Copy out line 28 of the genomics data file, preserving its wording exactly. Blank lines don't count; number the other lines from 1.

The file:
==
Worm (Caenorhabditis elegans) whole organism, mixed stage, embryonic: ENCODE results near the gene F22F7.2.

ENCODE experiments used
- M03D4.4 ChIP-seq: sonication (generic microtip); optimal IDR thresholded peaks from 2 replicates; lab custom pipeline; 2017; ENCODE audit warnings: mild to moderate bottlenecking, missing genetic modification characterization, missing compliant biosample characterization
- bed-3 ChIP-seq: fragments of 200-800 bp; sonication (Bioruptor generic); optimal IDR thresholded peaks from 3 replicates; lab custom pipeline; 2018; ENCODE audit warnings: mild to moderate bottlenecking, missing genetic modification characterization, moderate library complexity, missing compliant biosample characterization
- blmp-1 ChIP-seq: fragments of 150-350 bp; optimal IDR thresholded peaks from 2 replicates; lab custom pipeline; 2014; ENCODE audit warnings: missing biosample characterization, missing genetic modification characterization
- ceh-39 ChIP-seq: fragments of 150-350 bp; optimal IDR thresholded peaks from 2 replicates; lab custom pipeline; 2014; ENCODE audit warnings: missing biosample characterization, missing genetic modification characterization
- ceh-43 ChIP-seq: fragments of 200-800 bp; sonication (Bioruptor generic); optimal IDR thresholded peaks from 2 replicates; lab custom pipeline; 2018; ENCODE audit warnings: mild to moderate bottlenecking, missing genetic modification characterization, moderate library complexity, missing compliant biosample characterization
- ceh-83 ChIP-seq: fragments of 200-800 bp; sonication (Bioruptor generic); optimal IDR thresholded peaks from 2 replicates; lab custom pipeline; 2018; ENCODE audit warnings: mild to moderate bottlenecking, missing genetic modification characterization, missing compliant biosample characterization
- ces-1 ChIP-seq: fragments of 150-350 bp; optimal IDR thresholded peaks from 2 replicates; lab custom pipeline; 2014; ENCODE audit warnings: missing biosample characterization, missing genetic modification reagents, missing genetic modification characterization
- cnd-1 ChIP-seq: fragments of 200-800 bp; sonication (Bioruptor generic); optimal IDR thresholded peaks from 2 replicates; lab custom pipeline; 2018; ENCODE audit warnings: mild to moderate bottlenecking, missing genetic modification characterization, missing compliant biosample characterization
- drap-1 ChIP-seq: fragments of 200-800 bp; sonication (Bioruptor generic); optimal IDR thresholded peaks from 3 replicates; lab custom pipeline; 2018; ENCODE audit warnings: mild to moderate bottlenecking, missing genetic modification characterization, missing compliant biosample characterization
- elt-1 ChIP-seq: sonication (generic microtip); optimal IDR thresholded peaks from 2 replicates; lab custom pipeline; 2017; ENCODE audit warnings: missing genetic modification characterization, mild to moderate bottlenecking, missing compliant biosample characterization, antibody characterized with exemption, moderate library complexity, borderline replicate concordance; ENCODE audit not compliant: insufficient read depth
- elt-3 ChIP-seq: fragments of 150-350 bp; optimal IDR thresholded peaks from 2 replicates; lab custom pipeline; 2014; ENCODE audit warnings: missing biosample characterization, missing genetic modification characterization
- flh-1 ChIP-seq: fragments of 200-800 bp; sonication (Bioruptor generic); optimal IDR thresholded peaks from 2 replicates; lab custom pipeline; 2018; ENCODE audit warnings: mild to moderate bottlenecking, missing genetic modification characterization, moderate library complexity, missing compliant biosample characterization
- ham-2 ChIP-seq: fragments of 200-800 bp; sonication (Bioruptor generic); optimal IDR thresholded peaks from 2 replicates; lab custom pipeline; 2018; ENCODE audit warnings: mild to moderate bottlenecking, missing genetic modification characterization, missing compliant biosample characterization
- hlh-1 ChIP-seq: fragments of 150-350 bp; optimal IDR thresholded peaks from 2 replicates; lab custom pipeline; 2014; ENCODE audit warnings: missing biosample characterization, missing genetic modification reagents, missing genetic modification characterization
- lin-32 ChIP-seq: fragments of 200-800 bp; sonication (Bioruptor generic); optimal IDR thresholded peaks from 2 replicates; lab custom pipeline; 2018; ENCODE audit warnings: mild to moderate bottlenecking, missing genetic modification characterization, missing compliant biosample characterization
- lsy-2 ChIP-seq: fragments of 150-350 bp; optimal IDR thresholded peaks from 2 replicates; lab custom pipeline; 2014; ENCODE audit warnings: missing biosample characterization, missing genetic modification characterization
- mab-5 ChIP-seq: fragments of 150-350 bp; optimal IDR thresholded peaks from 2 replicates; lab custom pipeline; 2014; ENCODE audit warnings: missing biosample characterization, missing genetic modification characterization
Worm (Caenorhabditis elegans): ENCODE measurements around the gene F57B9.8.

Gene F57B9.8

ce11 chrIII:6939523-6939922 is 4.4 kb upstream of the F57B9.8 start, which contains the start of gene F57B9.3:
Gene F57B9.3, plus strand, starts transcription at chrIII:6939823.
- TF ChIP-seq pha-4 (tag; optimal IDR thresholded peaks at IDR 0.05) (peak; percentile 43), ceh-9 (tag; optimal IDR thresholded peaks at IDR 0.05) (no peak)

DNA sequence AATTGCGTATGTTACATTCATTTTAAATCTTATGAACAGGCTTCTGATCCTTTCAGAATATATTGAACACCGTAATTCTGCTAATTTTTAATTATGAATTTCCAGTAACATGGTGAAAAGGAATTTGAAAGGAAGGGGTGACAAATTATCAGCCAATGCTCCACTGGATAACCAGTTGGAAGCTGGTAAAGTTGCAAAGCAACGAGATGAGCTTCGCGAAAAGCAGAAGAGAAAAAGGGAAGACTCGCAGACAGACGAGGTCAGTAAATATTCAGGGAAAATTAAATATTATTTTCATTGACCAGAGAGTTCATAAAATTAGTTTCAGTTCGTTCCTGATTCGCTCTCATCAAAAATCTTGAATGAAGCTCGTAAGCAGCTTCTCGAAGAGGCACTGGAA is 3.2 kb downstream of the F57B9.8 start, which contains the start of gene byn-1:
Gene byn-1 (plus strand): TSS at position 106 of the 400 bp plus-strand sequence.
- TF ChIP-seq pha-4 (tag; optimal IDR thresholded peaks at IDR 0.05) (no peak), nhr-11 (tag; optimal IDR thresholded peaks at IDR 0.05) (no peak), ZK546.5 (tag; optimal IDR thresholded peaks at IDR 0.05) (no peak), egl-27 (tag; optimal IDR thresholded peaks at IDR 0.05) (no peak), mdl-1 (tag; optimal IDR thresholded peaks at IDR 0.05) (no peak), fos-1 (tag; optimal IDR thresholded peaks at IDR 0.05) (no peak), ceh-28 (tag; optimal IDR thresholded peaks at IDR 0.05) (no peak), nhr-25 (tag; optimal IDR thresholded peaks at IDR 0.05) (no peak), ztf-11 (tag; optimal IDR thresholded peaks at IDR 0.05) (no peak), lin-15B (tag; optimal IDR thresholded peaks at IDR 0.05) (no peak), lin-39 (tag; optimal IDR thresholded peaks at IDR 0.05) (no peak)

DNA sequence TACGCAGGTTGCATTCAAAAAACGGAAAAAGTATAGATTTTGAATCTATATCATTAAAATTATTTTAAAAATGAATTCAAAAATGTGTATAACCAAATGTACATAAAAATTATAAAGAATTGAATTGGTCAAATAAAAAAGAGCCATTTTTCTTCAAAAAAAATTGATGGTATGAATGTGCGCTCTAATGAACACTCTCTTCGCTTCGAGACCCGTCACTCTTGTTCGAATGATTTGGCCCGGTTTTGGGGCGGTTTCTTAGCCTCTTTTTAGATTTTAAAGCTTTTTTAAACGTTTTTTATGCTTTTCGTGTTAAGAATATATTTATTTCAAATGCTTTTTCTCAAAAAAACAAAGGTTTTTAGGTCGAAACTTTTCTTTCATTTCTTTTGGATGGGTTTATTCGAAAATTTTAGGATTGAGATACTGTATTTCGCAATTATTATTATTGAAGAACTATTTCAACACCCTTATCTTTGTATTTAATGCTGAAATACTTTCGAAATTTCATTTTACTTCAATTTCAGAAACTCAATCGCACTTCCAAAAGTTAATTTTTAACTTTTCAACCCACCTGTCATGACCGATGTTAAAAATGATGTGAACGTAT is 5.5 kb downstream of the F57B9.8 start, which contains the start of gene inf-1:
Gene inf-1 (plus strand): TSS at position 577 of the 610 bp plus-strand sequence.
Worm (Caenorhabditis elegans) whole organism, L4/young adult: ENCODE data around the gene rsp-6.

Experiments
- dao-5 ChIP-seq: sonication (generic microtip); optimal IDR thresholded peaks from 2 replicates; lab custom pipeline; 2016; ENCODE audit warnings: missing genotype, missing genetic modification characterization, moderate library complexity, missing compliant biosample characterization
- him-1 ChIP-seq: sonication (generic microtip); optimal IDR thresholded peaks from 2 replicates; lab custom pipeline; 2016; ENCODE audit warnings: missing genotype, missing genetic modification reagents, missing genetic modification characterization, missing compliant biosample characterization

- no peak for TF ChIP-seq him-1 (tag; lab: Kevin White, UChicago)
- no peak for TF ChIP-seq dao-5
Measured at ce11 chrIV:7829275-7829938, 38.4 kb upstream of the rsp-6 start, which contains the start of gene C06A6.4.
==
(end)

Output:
DNA sequence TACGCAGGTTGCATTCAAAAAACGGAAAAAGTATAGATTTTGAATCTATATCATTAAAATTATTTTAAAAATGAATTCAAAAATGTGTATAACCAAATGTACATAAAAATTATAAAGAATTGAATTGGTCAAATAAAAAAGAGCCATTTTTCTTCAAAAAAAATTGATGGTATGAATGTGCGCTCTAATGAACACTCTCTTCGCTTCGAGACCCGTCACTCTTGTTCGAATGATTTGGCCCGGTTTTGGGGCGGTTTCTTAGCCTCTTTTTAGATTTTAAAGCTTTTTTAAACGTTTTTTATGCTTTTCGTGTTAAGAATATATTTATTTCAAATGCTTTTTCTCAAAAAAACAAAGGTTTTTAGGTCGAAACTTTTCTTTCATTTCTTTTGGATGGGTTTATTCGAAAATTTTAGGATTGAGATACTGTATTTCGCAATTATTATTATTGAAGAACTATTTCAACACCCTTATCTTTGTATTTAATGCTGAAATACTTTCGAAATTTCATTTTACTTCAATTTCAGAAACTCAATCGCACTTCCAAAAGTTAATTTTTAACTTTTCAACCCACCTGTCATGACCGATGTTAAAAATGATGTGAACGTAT is 5.5 kb downstream of the F57B9.8 start, which contains the start of gene inf-1: